Little Button
Compound Flower Opening
Ellura
Little Button
Compound Flower Open
 
    
Little Button (Leptorhynchos tetrachaetus)Class: Plant (Plantae) - Daisies
Order: Asterales
Family: Daisy (Asteraceae)
Species: Little Button (Leptorhynchos tetrachaetus)
This Photo:     True Buds & Flowers
Other name: Beauty Buttons
Similar Species: Wirewort

EXTRA - Photo Specific Information:
This is an excellent example of a compound flower showing:
1. Many Buds in the Middle &
2. Many Flowers open around the edge.
NB: The flowers are tubular and each have 5 petals.
HOW COOL IS THAT

When you compare to the Wirewort flower above you can see microscopic differences in the flowers. Both have 5 petals, but the Wirewort is a more slender tube flower. Their petals also stand up more. Here you can see the Button flower petals roll back a bit.
General Species Information:
Found on Ellura (in the Murray Mallee)
A small, yellow flowering, annual forb with long, hairy green leaves that flatten out then roll with age. Leaf back is felted.
Starting bushy, they become slender as they flower. Their stems also turn red / copper as they age.
The flowers are identical to wireworts. We have to turn the flower over and look at the back to tell the difference. Wireworts have black, curved, hairy backs (sepals) set in greeny white wool. Little Buttons have appendages (like minute leaves) set in white wool. The appendages are copper coloured in the bud, fading to beige in the flower.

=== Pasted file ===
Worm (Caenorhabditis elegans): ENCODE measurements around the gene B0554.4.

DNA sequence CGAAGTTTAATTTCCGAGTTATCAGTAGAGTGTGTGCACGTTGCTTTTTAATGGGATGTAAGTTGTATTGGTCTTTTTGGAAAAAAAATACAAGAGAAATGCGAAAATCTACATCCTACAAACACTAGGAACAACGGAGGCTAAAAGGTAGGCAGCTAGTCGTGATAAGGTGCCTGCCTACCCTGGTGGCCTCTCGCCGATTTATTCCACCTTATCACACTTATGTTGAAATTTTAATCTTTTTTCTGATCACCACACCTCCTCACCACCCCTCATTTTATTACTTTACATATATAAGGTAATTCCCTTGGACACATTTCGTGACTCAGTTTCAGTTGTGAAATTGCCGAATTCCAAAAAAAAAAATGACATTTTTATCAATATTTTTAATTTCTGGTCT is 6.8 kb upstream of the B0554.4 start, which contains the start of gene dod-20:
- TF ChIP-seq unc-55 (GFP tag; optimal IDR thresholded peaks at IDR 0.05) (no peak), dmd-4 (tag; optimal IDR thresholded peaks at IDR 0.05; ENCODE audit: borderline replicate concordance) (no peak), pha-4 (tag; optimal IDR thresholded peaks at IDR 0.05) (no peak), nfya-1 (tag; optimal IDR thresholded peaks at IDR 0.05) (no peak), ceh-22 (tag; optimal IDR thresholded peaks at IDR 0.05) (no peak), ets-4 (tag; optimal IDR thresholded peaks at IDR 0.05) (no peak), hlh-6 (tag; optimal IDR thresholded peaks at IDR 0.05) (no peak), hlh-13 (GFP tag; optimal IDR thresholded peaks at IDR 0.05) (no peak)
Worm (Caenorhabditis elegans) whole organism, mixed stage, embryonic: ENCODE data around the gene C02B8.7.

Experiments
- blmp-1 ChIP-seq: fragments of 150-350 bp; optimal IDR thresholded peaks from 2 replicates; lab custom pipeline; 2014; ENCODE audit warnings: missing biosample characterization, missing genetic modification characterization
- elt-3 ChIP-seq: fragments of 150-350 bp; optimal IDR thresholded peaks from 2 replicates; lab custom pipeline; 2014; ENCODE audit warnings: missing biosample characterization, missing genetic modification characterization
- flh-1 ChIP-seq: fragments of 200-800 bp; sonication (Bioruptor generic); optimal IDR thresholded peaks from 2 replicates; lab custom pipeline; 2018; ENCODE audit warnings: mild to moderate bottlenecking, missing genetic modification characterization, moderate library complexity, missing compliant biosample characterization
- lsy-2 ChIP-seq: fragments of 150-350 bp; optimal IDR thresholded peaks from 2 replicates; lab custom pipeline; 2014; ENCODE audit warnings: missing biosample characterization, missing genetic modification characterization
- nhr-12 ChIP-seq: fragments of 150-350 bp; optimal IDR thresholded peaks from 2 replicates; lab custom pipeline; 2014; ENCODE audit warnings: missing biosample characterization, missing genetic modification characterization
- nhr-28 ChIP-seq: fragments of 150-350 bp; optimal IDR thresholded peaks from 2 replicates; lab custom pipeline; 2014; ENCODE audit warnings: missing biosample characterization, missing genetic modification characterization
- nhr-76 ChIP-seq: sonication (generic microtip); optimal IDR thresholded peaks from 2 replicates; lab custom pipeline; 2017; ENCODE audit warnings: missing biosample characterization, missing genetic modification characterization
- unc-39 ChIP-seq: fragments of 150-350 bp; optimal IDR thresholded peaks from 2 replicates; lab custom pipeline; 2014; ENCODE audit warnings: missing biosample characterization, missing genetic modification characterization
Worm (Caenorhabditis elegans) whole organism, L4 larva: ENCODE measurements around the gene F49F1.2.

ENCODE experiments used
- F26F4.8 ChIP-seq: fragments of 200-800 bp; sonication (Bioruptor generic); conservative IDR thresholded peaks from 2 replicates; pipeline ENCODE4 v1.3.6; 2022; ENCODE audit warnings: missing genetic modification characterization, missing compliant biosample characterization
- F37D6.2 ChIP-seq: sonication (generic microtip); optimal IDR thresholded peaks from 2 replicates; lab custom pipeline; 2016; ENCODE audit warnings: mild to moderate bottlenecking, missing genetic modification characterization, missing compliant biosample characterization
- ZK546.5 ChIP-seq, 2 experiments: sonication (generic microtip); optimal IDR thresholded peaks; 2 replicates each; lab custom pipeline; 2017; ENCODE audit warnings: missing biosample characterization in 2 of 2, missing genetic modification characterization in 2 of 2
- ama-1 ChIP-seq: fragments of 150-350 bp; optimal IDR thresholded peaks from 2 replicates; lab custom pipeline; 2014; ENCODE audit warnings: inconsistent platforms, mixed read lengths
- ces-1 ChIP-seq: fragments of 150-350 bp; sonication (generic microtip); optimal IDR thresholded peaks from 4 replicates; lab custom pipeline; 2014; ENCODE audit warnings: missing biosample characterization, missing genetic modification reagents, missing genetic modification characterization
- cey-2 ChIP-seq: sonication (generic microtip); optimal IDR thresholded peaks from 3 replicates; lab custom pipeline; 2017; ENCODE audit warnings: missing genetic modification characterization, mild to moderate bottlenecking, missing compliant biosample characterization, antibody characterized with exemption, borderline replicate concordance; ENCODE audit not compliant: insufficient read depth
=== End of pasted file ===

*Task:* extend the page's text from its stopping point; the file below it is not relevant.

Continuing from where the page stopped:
The main difference with the structure is that these have leaves up the flower stem. Whereas wireworts only have basal leaves.
We'd say these flowers are, on average, a bit smaller than wirewort flowers. Individual wireworts can be significantly larger.
Little Buttons are in bud almost from germination making them easy to ID early, unlike wireworts.
Photos concentrate on the significant changes as it grows.

Copyright © 2013- Brett & Marie Smith. All Rights Reserved. Photographed 24-Nov-2013
This species is classed as RA (Rare) in the Murray Mallee, by DENR (Regional Species Status Assessments, July 2010)